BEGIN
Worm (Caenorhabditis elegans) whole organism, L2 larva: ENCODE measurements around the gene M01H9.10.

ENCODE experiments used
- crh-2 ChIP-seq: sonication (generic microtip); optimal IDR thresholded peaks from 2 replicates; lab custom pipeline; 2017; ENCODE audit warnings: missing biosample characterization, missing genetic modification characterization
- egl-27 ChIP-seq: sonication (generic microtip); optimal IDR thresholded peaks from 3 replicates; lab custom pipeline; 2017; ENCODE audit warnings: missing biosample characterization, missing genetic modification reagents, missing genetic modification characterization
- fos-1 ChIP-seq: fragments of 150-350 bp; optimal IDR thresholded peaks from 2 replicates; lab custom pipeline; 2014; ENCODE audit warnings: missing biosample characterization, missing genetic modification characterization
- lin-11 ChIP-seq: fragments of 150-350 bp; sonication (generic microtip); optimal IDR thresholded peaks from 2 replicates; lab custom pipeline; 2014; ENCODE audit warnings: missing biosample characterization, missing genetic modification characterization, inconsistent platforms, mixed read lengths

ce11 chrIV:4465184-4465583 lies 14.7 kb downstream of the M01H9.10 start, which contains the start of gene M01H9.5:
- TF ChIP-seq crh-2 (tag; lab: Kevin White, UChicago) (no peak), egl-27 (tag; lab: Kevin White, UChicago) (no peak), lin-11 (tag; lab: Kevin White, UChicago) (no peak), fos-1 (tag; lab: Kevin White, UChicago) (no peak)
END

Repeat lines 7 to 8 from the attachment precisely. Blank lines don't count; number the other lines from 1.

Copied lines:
ce11 chrIV:4465184-4465583 lies 14.7 kb downstream of the M01H9.10 start, which contains the start of gene M01H9.5:
- TF ChIP-seq crh-2 (tag; lab: Kevin White, UChicago) (no peak), egl-27 (tag; lab: Kevin White, UChicago) (no peak), lin-11 (tag; lab: Kevin White, UChicago) (no peak), fos-1 (tag; lab: Kevin White, UChicago) (no peak)